While the compliance filings show how the plans intend to maintain parity between their medical and MH/SUD services, the audits show where and how the plans are in (and out of) compliance with their own guidelines, in practice.

The audits were conducted through retrospective file reviews and interviews with plan staff. The focus was on plan oversight of delegated services, which is a key component of traditional medical and behavioral health audits required under California’s Knox-Keene Act, the regulations governing health plan oversight.

Most plans delegate medical services to health systems, clinics, doctors and hospitals, which can require oversight of a hundred or more delegates who have their own policies, procedures and practices – including individual criteria for medical necessity decisions and authorization of services. Under Knox-Keene, if delegates do not conform to plan policies, which have been reviewed and approved by DMHC, the plan is found to be deficient in its oversight responsibilities.

The Parity Act added a layer of difficulty to plan oversight of its delegates because plans routinely delegate their MH/SUD services to other specialized health plans, including ones under the auspices of city and county governments. As part of the parity audits, the plans had to demonstrate that MH/SUD delegates’ guidelines and criteria complied with those of the plan and had parity with delegated medical services in terms of utilization, authorization, cost-sharing and quality of services.   

Upon completion of each audit, the DMHC/MHU team prepared a preliminary report, outlining their findings. Final reports released to the plans will serve as guidelines for the adjustments they need to make in their operations in order to comply with the Parity Act going forward.

Managed Healthcare Unlimited (MHU) was founded in 1995 as an independent third-party reviewer and managed care consulting firm. MHU’s business model of sustained growth is built on exemplary clinical and regulatory expertise, personalized service, rapid response, and operational flexibility. A byproduct of MHU’s work over two decades is the creation and design of review protocols and technical assistance guides that are widely utilized in regulatory compliance audits and investigations.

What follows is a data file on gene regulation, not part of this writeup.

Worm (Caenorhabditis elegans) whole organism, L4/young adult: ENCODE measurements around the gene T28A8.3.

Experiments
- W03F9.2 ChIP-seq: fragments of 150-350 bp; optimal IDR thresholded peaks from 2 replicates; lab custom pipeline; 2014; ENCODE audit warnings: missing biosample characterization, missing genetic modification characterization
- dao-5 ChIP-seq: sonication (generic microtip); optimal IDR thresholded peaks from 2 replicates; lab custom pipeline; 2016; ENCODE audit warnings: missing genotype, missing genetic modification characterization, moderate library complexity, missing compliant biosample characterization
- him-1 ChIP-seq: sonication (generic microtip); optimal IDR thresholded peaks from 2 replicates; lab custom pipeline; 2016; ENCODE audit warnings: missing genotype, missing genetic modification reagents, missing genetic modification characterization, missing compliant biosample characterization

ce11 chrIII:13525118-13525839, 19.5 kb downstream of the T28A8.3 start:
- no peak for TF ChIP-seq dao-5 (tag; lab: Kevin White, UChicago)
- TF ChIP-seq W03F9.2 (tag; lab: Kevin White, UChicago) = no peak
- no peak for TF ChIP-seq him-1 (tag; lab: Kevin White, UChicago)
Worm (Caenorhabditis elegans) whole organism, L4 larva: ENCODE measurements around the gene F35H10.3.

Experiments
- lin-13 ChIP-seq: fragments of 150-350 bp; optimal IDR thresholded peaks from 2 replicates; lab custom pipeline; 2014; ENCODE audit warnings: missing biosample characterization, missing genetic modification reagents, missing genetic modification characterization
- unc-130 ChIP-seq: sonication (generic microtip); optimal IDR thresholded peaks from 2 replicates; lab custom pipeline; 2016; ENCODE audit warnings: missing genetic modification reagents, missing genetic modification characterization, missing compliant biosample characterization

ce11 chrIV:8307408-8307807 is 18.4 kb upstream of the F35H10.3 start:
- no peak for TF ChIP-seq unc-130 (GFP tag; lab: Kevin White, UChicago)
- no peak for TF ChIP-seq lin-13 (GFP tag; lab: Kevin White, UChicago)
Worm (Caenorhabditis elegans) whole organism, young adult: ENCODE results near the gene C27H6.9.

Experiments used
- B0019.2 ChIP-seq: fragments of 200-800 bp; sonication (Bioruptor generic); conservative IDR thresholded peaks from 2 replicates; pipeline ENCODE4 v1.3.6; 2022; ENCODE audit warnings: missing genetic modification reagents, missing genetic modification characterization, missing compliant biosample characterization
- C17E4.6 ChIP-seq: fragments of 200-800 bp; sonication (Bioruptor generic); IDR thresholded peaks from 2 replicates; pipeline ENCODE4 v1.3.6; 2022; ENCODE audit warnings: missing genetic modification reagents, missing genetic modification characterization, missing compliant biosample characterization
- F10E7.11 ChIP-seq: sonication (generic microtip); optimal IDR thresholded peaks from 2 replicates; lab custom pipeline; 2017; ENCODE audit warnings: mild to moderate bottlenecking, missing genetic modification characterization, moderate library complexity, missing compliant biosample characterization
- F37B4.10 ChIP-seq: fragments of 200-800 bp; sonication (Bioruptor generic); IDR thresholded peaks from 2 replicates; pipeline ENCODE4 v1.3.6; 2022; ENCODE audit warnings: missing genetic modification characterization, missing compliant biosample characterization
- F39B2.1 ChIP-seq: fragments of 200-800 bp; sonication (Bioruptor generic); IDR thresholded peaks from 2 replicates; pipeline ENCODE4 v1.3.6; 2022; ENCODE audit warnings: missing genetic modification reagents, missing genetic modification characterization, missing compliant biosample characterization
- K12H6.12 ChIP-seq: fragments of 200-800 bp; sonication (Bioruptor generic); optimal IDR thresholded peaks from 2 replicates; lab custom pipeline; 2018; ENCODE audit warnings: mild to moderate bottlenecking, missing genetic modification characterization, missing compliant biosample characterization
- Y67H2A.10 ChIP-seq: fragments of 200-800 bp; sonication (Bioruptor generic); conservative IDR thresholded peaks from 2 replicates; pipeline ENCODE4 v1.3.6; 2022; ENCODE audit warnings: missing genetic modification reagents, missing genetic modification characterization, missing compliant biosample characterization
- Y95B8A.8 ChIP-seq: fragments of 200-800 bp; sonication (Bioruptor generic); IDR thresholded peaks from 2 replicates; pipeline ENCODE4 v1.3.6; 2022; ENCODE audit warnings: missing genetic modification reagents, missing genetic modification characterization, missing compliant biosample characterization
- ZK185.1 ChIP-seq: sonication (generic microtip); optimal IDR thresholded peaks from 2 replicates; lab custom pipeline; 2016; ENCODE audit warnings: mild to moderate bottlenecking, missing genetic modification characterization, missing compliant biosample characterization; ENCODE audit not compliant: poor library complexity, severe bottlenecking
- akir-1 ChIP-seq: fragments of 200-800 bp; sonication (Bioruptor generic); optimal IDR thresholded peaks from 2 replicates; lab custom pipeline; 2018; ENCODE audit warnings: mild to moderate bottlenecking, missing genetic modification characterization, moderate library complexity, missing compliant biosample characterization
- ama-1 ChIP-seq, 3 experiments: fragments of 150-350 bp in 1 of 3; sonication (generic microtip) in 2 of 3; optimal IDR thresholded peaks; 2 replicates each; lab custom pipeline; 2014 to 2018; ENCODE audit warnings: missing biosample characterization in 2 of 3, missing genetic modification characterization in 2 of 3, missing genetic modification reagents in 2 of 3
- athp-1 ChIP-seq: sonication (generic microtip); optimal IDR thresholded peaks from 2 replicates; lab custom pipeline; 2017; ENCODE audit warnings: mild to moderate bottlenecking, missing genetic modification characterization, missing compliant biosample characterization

MHU’s path to leadership in the field of independent healthcare review began with successive contracts with HCFA (now CMS) to conduct monitoring and investigative audits of federally qualified health plans across the country. This work led to long-term contracts with state authorities in California, including the Department of Managed Health Care, involving hundreds of routine audits directed at commercial and government insurance plans in addition to focused investigations of specific regulatory and healthcare issues.

In addition to regulatory review, MHU’s experience and expertise in managed care has led to participation in the development and implementation of new healthcare programs, such as the California Mental Health Parity Act in 2005, California’s Timely Access Regulations in 2010, and the Federal Mental Health Parity and Addiction Equity Act (MHPAEA) in 2015.

Managed Healthcare Unlimited employs a cadre of diverse and highly experienced professionals who provide rapid, comprehensive responses to challenging issues that confront the healthcare regulatory environment. Joining the team, as needed, are consultants from across the clinical spectrum, including dentists, ophthalmologists, psychiatrists, and subspecialty experts.